Deriving value from unsuccessful bids

Snowboard crash

Discovering your bid was unsuccessful is an understandably frustrating experience – no one enjoys learning that the cumulative time and effort spent on the submission was in vain and, with some exceptions, there are no prizes for coming second in this game. However, unsuccessful bids can help guide solution development, as well as how this information is portrayed, so that future submissions are desirable for Buyers.

Below we outline some ways in which value can be derived from losing submissions, so that they can lead to future wins.

Requesting detailed feedback

Most Buyers will provide some feedback on why your submission was not successful, and your scores against that of the winning tender.  If you have not received feedback or it is insufficiently detailed to be meaningful, you should ask for more information. This will help you establish areas where you scored well, and areas for improvement. Things to look out for are:

  • How did you score overall? There’s more to consider if you scored last, than if you scored second!
  • Were your provided case studies relevant to the contract? Case studies should be as similar to the prospective contract as possible, to showcase to the Buyer you have the ability to carry out their contract. Irrelevant, or vaguely related case studies, will score poorly, or worst case, see Buyers disqualify you from further evaluation.
  • Was an area of your solution considered underdeveloped? Marking criteria typically talk in terms of ‘providing the Buyer confidence’ – that what they are requesting will be fully met to their standards.
  • Did the winner offer greater added value? Feedback will not typically say what added value was offered, but it can drive discussion on what benefits you can offer in future bids.

Evaluation of this feedback should then be recorded so that future bidding activity can benefit from it.

Cataloguing bid feedback to inform improvement

Creating a simple log of bid feedback can support improvements on future bids. This does not have to be complex. Whilst marking is ultimately subjective, and what one Buyer appreciates, another may dislike, there is value in this. Over time, you will build a picture of what Buyers think about your solution. For example, if everyone thinks your social value offering is insufficient, you’ll soon learn and want to make changes!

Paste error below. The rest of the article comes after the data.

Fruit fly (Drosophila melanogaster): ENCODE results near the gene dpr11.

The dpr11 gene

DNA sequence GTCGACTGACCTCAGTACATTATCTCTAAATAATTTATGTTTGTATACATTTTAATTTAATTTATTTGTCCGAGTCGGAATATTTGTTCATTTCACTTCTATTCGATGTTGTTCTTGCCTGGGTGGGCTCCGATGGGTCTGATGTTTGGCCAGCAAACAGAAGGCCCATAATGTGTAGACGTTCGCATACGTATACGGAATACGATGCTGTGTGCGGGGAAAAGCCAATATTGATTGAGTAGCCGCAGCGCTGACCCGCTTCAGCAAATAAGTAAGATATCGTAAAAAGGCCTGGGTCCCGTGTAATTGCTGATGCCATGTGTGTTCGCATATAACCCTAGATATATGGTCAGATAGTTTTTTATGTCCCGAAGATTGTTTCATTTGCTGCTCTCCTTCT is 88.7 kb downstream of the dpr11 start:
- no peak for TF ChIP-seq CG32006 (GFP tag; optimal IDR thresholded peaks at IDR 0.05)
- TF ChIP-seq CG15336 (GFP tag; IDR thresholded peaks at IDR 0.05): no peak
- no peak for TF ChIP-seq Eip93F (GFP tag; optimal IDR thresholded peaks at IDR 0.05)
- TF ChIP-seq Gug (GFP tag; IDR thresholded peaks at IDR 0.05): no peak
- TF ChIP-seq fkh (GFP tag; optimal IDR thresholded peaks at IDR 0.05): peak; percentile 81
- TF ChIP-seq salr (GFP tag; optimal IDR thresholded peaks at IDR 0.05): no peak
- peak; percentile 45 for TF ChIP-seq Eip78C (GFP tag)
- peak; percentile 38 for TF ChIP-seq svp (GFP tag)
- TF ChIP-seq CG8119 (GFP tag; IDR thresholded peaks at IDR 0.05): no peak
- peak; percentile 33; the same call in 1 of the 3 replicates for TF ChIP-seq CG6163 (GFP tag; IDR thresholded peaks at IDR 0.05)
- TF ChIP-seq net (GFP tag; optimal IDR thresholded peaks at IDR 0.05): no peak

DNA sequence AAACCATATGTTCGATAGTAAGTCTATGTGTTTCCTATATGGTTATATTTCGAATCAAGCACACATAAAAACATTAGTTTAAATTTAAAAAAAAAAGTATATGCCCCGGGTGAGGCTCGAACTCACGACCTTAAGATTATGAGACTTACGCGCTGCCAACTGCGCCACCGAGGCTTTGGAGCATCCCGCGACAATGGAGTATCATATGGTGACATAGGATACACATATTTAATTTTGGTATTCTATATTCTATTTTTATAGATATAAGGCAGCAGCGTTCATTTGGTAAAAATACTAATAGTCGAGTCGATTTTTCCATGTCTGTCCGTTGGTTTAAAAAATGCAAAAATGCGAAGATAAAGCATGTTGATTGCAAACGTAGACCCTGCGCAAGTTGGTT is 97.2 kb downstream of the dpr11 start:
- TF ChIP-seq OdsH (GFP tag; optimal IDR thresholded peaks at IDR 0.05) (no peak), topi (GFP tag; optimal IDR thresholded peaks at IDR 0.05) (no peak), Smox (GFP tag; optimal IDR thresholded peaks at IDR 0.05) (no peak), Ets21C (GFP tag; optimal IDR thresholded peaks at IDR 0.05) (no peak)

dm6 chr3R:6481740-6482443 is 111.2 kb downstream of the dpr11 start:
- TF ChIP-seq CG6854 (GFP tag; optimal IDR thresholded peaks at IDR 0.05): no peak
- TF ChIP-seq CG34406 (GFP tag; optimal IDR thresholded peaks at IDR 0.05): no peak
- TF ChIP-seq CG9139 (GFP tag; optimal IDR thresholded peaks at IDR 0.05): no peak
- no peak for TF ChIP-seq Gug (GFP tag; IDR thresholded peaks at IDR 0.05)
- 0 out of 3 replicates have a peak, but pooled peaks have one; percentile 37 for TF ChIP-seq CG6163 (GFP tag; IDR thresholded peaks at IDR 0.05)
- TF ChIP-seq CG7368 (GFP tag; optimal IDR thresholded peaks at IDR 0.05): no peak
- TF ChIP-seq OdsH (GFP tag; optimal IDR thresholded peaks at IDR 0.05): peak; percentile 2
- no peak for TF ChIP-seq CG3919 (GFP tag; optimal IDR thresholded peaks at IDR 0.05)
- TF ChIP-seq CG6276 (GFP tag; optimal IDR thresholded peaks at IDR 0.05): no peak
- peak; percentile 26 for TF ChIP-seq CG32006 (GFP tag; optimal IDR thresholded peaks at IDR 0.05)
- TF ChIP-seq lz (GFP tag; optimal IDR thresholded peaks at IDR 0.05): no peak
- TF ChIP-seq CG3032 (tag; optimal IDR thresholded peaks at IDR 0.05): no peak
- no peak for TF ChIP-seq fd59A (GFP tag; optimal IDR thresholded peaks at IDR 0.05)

With feedback in hand, you will be able to read through the submission and make comments against it.

A plea to Buyers

We appreciate that Buyers, like everyone, are busy people, and with multiple bids that need evaluating, it is not always possible to provide very detailed feedback. However, we do ask Buyers to recognise that companies spend thousands of pounds preparing bids, often through lost income while they have been writing them. We, therefore, encourage you to respect the time and effort that has been made by providing timely feedback that is objective and useful. If you cannot do so in writing, please consider offering a phone call to talk the bidder through why their submission was not successful. Helping them may improve the quality of their submission for next time around which is also a good thing for you. It will also encourage bidders to consider re-tendering again, something most of you express in your outcome letters.

Getting an independent view

You may find that an independent review may also help. As bid consultants, our writers regularly review former submissions and those in preparation, in conjunction with the Buyer’s requirements and marking criteria, to provide constructive feedback on how to improve. We can also provide objective reports across the bid as a whole, detailing main themes and areas for improvement.

For more information on reviews, or wider services we offer, why not contact one of our business development representatives a call on 01491 902021, or say hello at enquiries@kittle-group.com

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